The Roman Catholic Church has claimed for many years that there are times in which the pope is guided by God to speak infallibly. According to the Romish church, the pope speaks infallibly:

When, in the exercise of his office as shepherd and teacher of all Christians, in virtue of his supreme apostolic authority, he defines a doctrine concerning faith or morals to be held by the whole Church.2

They claim that an example of such an infallible utterance took place in 1950, when Pope Pius XII defined the Assumption of Mary as an article of faith.

Any infallibly inspired utterance would have the same authority as Scripture itself. To claim that infallibly inspired statements have been made after the time that Scripture was finished is to be guilty of adding to God’s Word.

5. Claiming that the creation reveals more of God’s will to us

There are those today who say that the Scriptures are insufficient to teach us all that we need to know concerning the will of God. They say that, in addition to the commandments found in Scripture, we are to hear and follow what are referred to as “norms” made known to us in the creation, which supposedly tell us how we are to conduct ourselves in human society. This, however, is adding to the Word of God.

The law of God concerning how human beings are to conduct themselves toward one another is found in its entirety in the Scriptures. God does make Himself known in the creation, but by this means He does not make known any additional laws for human conduct.

6. Inventing commandments and wrongly claiming to find biblical support for them

At the very beginning of the Scriptures we have an example of someone doing this, when Eve claimed that God said that they were not allowed even to touch the tree of the knowledge of good and evil. God had not said this, and Eve was thus guilty of adding to His words.

Many do this still today, and it is something against which all of us must constantly be on our guard.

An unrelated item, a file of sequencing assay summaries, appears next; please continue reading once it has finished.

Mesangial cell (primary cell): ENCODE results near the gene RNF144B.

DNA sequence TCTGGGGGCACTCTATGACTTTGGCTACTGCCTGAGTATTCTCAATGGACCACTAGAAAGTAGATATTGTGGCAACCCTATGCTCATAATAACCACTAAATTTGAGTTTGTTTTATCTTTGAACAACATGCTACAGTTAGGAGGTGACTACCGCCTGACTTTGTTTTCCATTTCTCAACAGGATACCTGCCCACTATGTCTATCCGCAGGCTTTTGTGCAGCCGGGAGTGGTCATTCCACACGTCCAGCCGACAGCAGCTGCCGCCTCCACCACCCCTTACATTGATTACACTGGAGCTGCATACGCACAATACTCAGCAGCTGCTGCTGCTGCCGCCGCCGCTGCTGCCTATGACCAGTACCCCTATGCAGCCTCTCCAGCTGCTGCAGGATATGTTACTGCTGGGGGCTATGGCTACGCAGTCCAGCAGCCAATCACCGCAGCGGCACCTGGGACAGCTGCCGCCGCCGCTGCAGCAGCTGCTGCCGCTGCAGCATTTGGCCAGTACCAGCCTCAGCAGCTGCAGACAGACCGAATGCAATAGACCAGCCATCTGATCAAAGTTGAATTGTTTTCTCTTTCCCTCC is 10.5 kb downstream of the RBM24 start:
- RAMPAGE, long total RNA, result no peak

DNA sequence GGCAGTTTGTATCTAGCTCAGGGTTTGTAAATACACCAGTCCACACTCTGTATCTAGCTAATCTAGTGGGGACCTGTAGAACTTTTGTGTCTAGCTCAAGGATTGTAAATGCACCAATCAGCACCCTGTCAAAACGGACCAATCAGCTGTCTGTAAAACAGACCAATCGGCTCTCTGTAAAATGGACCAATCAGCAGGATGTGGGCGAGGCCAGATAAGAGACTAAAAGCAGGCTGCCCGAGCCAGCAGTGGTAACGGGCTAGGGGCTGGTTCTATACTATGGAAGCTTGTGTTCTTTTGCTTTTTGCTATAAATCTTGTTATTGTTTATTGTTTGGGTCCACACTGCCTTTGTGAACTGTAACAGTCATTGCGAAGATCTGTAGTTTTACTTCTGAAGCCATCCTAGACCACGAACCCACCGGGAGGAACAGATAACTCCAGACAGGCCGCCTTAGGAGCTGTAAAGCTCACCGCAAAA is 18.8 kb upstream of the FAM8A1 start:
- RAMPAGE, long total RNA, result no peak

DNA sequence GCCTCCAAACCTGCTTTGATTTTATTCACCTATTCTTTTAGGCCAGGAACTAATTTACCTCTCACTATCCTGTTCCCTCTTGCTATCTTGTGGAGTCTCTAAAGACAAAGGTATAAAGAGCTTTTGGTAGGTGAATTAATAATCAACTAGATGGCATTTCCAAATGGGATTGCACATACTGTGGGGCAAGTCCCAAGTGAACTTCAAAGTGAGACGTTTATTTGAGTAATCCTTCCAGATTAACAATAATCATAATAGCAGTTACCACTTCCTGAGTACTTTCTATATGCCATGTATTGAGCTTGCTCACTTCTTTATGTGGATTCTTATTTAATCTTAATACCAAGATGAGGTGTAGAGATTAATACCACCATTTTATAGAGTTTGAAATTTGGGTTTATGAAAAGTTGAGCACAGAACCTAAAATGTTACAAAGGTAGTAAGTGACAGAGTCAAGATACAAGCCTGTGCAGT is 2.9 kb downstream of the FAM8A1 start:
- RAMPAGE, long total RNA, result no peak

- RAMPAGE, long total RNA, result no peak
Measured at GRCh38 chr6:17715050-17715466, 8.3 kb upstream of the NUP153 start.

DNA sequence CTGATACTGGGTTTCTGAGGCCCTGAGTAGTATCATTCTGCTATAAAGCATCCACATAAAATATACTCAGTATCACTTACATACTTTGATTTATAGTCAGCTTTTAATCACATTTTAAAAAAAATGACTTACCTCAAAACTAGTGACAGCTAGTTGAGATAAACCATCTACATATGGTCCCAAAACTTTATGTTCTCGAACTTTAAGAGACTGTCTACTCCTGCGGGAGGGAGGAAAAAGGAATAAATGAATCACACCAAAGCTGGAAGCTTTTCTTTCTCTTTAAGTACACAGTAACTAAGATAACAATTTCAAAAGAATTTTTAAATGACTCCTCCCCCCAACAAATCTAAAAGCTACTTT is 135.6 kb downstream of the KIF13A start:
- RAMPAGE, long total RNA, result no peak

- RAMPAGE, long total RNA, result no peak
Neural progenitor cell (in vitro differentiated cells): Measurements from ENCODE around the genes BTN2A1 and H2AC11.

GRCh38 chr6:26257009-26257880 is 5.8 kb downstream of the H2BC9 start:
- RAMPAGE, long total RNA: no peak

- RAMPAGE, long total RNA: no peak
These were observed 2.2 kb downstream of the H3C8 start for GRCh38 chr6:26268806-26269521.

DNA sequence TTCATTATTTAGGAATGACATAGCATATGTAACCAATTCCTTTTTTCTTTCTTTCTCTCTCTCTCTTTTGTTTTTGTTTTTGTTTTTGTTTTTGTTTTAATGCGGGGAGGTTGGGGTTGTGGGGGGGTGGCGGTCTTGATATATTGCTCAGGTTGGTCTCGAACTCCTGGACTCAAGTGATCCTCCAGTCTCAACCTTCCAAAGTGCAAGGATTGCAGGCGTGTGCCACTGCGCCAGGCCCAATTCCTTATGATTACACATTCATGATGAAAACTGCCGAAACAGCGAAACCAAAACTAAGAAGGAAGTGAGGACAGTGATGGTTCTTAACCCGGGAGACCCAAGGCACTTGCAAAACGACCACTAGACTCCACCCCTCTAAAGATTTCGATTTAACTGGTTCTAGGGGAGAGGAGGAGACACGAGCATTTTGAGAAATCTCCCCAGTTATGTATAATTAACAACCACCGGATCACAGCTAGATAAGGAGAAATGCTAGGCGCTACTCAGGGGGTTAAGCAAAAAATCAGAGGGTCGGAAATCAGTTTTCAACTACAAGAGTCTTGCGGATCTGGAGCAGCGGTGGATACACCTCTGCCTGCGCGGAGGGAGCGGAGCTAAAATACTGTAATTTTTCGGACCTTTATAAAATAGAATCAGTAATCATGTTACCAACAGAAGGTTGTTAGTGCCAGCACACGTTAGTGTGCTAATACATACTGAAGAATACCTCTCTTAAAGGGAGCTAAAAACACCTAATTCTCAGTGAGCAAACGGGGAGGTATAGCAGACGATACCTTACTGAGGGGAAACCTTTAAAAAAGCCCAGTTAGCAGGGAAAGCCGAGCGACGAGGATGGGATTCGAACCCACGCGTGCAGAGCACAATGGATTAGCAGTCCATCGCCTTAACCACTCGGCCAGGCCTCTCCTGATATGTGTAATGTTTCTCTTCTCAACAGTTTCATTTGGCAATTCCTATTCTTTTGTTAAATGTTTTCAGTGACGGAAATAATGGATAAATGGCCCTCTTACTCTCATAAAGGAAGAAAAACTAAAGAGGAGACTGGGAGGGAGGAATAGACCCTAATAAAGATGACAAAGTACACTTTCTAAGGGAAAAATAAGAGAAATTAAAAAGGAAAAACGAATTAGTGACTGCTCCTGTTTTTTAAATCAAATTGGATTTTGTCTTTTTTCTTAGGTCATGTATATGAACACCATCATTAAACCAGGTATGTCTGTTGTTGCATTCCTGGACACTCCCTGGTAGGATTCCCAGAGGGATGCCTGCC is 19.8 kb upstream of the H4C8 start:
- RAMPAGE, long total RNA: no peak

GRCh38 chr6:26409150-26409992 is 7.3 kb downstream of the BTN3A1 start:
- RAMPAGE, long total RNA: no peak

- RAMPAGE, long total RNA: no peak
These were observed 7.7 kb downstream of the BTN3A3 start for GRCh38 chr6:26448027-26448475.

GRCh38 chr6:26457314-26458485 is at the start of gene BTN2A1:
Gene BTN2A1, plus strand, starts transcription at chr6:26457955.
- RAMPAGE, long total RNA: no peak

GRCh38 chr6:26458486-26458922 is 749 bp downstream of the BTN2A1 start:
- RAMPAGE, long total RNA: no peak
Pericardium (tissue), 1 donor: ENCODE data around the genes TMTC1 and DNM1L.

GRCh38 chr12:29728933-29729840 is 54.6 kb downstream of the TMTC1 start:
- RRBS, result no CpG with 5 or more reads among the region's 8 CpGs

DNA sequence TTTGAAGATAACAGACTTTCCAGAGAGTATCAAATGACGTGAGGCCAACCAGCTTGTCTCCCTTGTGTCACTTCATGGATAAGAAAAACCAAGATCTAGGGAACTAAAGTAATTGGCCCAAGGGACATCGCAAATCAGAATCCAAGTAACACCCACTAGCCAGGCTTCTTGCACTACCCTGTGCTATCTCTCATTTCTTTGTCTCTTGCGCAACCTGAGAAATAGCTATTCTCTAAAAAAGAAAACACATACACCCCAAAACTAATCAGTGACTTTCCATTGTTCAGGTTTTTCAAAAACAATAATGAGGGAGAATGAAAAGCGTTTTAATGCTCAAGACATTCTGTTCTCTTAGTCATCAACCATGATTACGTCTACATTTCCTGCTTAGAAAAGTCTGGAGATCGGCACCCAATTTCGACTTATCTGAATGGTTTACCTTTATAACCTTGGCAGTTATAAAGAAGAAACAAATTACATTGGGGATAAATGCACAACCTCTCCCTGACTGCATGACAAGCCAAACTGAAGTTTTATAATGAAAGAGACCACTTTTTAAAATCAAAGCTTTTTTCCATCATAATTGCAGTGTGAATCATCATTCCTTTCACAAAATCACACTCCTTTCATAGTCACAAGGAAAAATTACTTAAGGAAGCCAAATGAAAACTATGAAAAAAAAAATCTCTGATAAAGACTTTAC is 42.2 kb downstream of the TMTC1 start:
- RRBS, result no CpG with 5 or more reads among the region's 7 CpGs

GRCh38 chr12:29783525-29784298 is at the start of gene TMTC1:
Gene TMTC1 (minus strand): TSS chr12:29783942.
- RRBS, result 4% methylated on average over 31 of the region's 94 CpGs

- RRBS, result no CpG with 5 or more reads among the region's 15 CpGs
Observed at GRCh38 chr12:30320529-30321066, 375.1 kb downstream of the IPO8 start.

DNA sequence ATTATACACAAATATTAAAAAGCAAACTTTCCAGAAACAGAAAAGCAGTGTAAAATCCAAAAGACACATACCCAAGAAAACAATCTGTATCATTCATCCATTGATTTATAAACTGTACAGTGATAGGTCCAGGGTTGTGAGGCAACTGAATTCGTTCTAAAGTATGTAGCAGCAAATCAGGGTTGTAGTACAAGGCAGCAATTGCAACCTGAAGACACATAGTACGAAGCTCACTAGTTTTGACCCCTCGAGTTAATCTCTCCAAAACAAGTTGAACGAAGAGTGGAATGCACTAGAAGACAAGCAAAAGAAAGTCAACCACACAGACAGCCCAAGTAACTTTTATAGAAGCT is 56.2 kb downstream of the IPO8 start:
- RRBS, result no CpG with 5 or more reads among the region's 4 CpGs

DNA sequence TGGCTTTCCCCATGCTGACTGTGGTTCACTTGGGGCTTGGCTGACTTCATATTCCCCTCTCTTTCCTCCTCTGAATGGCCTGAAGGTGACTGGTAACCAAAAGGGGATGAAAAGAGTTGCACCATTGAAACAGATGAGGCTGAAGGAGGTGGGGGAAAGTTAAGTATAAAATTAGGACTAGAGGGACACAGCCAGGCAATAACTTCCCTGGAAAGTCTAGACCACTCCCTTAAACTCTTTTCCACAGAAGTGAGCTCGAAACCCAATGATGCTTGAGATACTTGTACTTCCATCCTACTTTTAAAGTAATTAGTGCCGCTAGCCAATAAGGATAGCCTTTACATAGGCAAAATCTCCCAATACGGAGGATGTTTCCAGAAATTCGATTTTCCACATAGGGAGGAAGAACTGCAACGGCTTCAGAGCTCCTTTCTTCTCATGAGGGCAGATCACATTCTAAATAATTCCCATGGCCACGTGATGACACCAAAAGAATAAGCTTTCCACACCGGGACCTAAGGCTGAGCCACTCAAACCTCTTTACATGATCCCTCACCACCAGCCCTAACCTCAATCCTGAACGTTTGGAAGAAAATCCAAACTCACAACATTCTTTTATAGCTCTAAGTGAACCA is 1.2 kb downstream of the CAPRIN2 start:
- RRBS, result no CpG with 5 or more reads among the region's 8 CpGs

7. Inventing promises and wrongly claiming to find biblical support for them

This has often been done in the past and continues to take place today. Multitudes today, for example, say that God has promised that the Jews will reign on this earth for 1,000 years sometime in the future. Though they claim to find biblical support for their position, they are actually prophesying falsely. They are saying, “God has promised…,” when actually He has not.

This serves to bring out how extremely serious it is to promote wrong views on eschatology.

Believing the pure Word of God

One of the passages that warns against adding to God’s Word says that the Word of God is pure, and that those who receive God’s Word as it is will experience God to be their shield. “Every word of God is pure: he is a shield unto them that put their trust in him. Add thou not unto his words, lest he reprove thee, and thou be found a liar” (Prov. 30:5-6).

Here we have not only another warning about adding to God’s Word, but also a comforting statement about the protection experienced by all who receive what God says. Every addition to God’s Word will be found to be false. But every word that God has spoken is pure. The true believer comes to know this quite well. He has experienced in his own life that our Lord always does what He says He will do. Every one of His promises is certainly fulfilled. A shield He is for those who walk in His ways, fully protected from every foe. It is those who trust in the Lord, believing all that He says without additions or subtractions, who walk without fear, perfectly shielded by their God and Father.

1 The term “apocryphal” comes from a Greek word meaning “hidden.”

2 First Vatican Council, First Dogmatic Constitution on the Church, chapter 4, 9, councils/20-Pastor-Aeternus.htm.